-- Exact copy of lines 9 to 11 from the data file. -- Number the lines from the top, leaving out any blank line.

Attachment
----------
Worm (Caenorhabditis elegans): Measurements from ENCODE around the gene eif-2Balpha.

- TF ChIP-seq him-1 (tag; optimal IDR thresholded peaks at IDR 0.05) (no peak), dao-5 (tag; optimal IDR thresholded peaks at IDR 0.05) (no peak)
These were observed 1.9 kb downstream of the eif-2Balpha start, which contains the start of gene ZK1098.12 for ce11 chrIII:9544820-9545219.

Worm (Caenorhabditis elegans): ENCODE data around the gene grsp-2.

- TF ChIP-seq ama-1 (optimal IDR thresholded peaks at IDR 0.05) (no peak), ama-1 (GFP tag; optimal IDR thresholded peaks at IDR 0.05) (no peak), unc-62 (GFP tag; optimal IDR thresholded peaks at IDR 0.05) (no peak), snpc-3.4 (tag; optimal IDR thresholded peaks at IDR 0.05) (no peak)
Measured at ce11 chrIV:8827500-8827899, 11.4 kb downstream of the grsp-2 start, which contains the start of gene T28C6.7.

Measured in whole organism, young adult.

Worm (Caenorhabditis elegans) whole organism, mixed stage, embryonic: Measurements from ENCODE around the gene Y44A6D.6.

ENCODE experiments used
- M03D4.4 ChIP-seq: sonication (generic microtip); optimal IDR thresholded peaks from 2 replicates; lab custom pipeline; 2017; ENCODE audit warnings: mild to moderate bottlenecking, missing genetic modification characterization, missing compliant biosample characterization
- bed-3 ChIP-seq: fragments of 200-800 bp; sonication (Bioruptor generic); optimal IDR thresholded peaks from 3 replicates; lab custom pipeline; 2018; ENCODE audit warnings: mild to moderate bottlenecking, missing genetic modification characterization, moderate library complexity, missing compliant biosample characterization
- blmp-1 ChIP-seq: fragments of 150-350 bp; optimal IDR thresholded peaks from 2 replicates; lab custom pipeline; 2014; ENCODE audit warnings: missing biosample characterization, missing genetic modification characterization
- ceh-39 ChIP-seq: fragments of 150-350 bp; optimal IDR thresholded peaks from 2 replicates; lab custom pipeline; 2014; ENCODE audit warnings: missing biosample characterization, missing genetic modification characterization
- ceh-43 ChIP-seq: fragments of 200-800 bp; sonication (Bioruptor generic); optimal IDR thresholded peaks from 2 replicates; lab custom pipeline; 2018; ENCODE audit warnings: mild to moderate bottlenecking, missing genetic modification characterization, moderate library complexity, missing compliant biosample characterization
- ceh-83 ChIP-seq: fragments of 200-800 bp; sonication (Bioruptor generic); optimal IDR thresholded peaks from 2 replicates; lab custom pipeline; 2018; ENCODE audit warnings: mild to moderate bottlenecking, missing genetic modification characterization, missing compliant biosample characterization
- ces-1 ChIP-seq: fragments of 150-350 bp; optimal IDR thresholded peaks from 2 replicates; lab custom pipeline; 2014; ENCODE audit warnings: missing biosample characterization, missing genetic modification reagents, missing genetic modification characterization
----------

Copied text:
ENCODE experiments used
- M03D4.4 ChIP-seq: sonication (generic microtip); optimal IDR thresholded peaks from 2 replicates; lab custom pipeline; 2017; ENCODE audit warnings: mild to moderate bottlenecking, missing genetic modification characterization, missing compliant biosample characterization
- bed-3 ChIP-seq: fragments of 200-800 bp; sonication (Bioruptor generic); optimal IDR thresholded peaks from 3 replicates; lab custom pipeline; 2018; ENCODE audit warnings: mild to moderate bottlenecking, missing genetic modification characterization, moderate library complexity, missing compliant biosample characterization